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James Whitbourne: Living Voices

> Son of God Mass - Introit
> Son of God Mass - Kyrie
> Son of God Mass - Kyrie meditation
> Son of God Mass - Gloria
> Son of God Mass - Lava me
> Son of God Mass - Sanctus and Benedictus
> Son of God Mass - Pax Domini
> Son of God Mass - Agnus Dei
> Son of God Mass - Amen
> Winter's Wait - Winter's Wait
> Give us the wings of faith - Give us the wings of faith
> A brief story of Peter Abelard (verson for soprano saxophone and organ) - A brief story of Peter Abelard (verson for soprano saxophone and organ)
> A Prayer from South Africa - A Prayer from South Africa
> Living Voices - Living Voices
> Requiem canticorum - Introit
> Requiem canticorum - Pie Jesu
> Requiem canticorum - Alleluia
> Requiem canticorum - De profundis
> Requiem canticorum - Lux aeterna
> All shall be Amen and Alleluia - All shall be Amen and Alleluia

Album Summary

>Whitbourn, James : Son of God Mass, devotional concert piece for chorus, saxphone & organ
>Whitbourn, James : Winter's Wait, for chorus & organ
>Whitbourn, James : Give us the wings of faith, for chorus & organ
>Whitbourn, James : A brief story of Peter Abelard, for chorus, saxophone & organ
>Whitbourn, James : A Prayer from South Africa, for chorus
>Whitbourn, James : Living Voices, for narrator, chorus & saxophone
>Whitbourn, James : Requiem canticorum, for chorus, saxophone & organ
>Whitbourn, James : All shall be Amen and Alleluia, for chorus, percussion, piano & organ
Performers Conductor Ensemble Composer

Notes & Reviews:

James Whitbourn is known for his 'boundless breadth of choral imagination' (The Observer) resulting in compositions of brilliance and power. His extraordinary work for choir, saxophone and organ, Son of God Mass, receives a new recording from the young voices of one of Westminster Choir College of Rider University's finest chamber choirs under the leading American choral conductor James Jordan. It is heard alongside a collection of première recordings of other works associated with life and death, including the Requiem canticorum and Living Voices, a work to commemorate the dead of 9/11 with a poem by Andrew Motion.

American Record Guide
The performance quality is excellent.

The Observer
Here's another welcome collection from a truly original communicator in modern British choral music. Whitbourn's interest in the compelling combination of voices and the soprano saxophone dominates here...The Princeton choir is directed by James Jordan with precision and poise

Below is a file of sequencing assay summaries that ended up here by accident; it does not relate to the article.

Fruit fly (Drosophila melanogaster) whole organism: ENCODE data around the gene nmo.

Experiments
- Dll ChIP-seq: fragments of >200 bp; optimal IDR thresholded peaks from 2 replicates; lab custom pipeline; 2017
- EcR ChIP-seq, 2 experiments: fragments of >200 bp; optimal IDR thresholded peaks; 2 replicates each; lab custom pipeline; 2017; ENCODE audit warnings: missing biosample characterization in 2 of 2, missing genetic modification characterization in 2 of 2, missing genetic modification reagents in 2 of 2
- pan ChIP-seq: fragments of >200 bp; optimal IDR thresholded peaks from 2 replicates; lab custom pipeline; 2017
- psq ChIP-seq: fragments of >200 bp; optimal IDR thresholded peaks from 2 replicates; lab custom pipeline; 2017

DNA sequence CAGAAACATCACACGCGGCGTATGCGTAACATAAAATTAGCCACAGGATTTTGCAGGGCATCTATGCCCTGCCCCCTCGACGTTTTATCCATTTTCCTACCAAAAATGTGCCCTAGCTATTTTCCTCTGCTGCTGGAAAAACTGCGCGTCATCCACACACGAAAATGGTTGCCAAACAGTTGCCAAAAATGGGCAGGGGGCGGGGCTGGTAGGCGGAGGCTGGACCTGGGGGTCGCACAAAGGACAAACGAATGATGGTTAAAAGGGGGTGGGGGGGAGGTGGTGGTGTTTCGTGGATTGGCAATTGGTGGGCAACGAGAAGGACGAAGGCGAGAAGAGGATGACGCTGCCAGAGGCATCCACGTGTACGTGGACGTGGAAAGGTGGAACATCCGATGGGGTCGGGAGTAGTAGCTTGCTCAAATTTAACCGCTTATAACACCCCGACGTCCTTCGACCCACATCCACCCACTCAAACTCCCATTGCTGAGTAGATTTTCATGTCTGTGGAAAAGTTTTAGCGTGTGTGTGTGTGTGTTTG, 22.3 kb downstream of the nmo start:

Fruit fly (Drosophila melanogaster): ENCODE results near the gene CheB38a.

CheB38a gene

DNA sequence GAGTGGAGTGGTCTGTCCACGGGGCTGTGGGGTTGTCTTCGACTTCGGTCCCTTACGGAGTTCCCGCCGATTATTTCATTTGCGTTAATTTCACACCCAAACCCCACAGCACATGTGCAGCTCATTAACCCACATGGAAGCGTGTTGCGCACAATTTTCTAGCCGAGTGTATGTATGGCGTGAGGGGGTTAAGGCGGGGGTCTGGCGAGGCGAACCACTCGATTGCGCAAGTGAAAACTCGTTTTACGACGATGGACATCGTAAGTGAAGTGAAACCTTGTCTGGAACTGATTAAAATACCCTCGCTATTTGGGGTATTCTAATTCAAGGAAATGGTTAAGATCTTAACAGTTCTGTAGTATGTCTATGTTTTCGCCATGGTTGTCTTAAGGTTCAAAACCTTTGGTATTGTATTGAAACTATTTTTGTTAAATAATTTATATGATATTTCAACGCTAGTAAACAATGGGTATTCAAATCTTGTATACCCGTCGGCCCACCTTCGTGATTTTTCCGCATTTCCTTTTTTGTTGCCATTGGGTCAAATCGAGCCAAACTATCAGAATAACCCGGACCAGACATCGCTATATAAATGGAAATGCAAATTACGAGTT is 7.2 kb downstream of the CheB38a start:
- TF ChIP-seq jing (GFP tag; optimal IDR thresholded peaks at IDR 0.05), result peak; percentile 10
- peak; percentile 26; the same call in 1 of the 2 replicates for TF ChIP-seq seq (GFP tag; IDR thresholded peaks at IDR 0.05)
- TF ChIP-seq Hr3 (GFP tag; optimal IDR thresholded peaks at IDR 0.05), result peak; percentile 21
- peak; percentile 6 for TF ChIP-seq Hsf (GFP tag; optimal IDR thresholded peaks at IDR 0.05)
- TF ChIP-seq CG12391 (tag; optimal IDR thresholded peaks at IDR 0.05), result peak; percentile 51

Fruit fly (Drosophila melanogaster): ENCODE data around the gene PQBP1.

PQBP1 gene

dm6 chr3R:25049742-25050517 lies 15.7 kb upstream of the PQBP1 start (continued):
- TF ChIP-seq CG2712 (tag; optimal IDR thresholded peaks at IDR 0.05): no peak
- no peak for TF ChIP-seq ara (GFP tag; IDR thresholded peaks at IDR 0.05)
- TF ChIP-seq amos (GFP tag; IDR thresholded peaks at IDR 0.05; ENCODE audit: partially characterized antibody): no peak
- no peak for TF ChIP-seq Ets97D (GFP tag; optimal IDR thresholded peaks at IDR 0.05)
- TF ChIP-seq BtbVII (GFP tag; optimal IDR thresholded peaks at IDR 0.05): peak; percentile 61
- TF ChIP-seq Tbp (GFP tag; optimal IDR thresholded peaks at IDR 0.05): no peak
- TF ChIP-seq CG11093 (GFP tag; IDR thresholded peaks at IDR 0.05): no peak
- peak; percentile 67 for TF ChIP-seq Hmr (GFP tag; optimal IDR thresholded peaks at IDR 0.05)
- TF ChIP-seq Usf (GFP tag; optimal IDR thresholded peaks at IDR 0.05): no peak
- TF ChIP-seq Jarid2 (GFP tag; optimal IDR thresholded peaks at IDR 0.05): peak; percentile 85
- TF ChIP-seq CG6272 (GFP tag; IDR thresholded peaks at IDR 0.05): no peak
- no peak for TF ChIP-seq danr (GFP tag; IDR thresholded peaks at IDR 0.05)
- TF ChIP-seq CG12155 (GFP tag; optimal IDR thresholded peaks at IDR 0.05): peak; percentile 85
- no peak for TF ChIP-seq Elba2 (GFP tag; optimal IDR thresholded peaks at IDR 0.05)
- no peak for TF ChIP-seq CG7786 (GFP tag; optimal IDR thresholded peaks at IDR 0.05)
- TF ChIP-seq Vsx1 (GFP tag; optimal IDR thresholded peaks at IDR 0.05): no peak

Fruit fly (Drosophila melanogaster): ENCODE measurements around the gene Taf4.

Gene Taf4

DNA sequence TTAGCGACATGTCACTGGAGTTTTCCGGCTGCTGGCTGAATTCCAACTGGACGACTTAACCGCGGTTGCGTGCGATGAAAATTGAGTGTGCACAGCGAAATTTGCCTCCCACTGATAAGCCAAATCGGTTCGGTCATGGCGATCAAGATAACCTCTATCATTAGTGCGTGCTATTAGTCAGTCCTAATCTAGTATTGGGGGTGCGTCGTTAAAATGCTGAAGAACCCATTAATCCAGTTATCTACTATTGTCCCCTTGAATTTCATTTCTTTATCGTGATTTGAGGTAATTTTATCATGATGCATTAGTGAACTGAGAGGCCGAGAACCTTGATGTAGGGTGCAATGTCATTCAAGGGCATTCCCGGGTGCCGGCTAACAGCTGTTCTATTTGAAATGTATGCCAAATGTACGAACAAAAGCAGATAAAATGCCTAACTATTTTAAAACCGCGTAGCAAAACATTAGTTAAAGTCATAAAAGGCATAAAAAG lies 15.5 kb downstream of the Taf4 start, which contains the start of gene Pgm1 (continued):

Opera News
The three elements of Whitbourn's timbral tapestry on most of these works - choral voices, organ and soprano sax - blend in fresh and unexpected ways; sometimes it's hard to tell whether a sustained underpinning of sound is the chorus, a subtle stop on the organ or a combination thereof. The Westminster Williamson Voices under conductor James Jordan are alternately vibrant and sensitive, as called for.

Infodad.com
James Whitbourn commemorates the murders on 9/11 in a very different way with a very different work called Living Voices, written the same year that the terrorists struck and lasting just three minutes - and using a poem by Andrew Motion to express the mournfulness of the time. And there are several well-made shorter pieces offered here as well, all of them preoccupied with life, death and the balance between the two - and the faith-based response of the living to the death of loved ones.

Gramophone
undoubtedly... strikingly beautiful... Westminster Williamson Voices is well honed, muscular and rich... A Brief Story of Peter Abelard, is the strongest and most satisfying piece on the disc... Jeremy Powell's saxophone-playing is compelling...

ClassicsToday.com
With the Hilliard Ensemble and Jan Garbarek, in very successful, experimental recording projects for ECM such as Officium and Mnemosyne. Each movement is exceptionally well conceived to suit the mood and meaning of the texts; the final Amen is a marvelous, climactic utterance. The music thrives on the warm, resonant timbre of these 40 well-trained voices and benefits from ensemble balances carefully tuned to texture and to the acoustic of the Princeton University Chapel.

While Whitbourn shows no lack of originality or facility in effectively integrating voices and saxophone in the Mass and Requiem... All are well worth hearing - and repeating. Highly recommended.